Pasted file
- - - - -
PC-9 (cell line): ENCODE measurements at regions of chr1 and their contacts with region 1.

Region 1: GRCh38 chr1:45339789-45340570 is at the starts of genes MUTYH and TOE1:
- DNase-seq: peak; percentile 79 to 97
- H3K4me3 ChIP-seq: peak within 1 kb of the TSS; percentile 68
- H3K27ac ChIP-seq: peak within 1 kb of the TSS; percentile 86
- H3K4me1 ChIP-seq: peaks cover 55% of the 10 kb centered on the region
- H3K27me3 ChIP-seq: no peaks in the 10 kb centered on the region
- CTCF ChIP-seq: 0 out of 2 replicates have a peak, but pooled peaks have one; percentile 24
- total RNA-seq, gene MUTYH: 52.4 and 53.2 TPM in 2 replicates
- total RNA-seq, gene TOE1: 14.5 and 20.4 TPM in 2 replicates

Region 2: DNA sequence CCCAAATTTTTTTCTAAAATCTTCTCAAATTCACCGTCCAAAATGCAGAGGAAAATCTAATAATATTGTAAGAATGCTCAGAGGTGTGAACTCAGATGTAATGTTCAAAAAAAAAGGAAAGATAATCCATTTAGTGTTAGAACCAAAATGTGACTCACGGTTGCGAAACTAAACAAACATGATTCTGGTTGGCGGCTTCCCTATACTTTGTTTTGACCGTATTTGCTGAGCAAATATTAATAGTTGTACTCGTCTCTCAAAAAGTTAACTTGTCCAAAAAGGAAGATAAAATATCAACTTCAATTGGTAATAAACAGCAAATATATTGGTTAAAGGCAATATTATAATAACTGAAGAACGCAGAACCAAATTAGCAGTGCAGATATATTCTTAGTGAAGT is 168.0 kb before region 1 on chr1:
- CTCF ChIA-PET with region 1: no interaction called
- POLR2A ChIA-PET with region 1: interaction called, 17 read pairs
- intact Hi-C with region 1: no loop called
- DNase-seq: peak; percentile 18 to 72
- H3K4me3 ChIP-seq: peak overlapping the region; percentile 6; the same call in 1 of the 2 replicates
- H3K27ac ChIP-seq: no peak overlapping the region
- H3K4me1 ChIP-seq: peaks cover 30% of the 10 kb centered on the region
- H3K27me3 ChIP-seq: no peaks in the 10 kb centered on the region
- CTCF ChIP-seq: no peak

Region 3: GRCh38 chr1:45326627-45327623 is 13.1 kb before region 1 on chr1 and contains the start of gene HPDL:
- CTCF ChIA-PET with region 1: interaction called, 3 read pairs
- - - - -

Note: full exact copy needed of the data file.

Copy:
PC-9 (cell line): ENCODE measurements at regions of chr1 and their contacts with region 1.

Region 1: GRCh38 chr1:45339789-45340570 is at the starts of genes MUTYH and TOE1:
- DNase-seq: peak; percentile 79 to 97
- H3K4me3 ChIP-seq: peak within 1 kb of the TSS; percentile 68
- H3K27ac ChIP-seq: peak within 1 kb of the TSS; percentile 86
- H3K4me1 ChIP-seq: peaks cover 55% of the 10 kb centered on the region
- H3K27me3 ChIP-seq: no peaks in the 10 kb centered on the region
- CTCF ChIP-seq: 0 out of 2 replicates have a peak, but pooled peaks have one; percentile 24
- total RNA-seq, gene MUTYH: 52.4 and 53.2 TPM in 2 replicates
- total RNA-seq, gene TOE1: 14.5 and 20.4 TPM in 2 replicates

Region 2: DNA sequence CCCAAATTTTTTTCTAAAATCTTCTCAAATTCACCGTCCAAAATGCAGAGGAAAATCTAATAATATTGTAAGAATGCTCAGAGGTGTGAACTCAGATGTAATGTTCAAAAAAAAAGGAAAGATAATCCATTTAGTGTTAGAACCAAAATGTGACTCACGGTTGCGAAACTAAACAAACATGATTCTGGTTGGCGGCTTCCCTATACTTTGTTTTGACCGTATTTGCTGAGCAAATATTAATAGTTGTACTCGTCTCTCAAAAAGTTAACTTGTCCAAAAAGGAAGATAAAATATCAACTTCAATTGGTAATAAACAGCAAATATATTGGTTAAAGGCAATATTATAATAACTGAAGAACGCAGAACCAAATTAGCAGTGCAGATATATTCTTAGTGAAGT is 168.0 kb before region 1 on chr1:
- CTCF ChIA-PET with region 1: no interaction called
- POLR2A ChIA-PET with region 1: interaction called, 17 read pairs
- intact Hi-C with region 1: no loop called
- DNase-seq: peak; percentile 18 to 72
- H3K4me3 ChIP-seq: peak overlapping the region; percentile 6; the same call in 1 of the 2 replicates
- H3K27ac ChIP-seq: no peak overlapping the region
- H3K4me1 ChIP-seq: peaks cover 30% of the 10 kb centered on the region
- H3K27me3 ChIP-seq: no peaks in the 10 kb centered on the region
- CTCF ChIP-seq: no peak

Region 3: GRCh38 chr1:45326627-45327623 is 13.1 kb before region 1 on chr1 and contains the start of gene HPDL:
- CTCF ChIA-PET with region 1: interaction called, 3 read pairs